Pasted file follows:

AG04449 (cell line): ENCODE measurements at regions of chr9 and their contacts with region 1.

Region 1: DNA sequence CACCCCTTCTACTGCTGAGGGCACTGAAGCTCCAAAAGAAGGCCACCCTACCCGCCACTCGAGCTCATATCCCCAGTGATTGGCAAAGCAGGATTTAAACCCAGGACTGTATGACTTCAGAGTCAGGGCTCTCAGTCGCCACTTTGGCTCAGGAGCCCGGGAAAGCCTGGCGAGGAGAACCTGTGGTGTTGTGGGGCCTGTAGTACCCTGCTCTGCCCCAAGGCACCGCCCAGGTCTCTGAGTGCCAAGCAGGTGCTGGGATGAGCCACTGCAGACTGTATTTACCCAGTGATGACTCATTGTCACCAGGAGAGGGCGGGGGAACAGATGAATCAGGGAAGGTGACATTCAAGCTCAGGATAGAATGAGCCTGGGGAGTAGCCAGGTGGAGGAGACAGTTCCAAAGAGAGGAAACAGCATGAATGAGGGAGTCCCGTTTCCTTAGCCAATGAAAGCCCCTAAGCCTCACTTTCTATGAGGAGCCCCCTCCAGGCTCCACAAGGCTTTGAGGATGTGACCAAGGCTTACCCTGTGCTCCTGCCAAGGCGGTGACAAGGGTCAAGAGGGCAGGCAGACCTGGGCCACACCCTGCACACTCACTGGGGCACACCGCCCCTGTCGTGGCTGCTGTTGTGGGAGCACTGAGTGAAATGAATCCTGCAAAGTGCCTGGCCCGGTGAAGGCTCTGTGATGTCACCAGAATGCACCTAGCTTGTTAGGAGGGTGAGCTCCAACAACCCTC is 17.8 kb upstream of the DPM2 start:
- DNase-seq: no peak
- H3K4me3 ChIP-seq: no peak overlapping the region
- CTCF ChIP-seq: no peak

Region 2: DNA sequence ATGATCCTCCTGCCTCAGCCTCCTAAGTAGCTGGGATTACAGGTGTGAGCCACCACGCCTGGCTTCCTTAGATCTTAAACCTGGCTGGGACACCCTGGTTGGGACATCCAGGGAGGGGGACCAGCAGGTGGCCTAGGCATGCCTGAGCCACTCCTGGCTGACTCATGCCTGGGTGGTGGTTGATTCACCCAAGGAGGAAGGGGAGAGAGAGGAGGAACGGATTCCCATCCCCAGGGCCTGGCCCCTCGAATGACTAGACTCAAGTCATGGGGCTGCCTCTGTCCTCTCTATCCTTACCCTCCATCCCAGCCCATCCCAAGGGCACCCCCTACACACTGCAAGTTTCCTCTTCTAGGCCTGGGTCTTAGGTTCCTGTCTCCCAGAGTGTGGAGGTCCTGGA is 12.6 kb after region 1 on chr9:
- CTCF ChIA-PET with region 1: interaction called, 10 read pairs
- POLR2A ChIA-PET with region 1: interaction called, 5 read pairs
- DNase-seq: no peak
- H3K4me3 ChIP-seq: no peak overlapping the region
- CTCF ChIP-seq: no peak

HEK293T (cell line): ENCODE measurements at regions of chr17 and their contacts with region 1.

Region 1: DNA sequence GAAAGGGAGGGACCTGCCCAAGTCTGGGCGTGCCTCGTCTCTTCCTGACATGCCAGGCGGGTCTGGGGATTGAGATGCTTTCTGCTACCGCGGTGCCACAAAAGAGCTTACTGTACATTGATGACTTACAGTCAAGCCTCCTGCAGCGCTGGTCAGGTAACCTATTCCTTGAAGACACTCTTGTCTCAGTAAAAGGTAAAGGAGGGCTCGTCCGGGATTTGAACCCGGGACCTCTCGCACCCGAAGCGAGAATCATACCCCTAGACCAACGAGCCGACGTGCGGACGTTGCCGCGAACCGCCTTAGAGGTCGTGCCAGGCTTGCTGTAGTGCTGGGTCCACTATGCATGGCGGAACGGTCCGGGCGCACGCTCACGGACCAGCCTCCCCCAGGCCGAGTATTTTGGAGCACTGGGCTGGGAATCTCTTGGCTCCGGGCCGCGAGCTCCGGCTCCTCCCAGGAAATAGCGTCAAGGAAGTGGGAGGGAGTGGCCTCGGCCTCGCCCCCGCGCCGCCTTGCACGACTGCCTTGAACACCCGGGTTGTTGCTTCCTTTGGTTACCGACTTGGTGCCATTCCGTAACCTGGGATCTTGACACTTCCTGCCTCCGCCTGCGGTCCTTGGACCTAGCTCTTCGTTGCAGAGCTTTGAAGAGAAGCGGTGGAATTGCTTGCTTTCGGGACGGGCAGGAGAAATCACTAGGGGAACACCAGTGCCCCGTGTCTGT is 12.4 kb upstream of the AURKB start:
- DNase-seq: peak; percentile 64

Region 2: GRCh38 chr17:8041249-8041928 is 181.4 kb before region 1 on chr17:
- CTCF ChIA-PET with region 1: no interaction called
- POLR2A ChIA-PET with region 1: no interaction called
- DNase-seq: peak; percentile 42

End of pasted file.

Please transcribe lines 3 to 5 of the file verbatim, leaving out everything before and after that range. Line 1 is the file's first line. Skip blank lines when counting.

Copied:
- DNase-seq: no peak
- H3K4me3 ChIP-seq: no peak overlapping the region
- CTCF ChIP-seq: no peak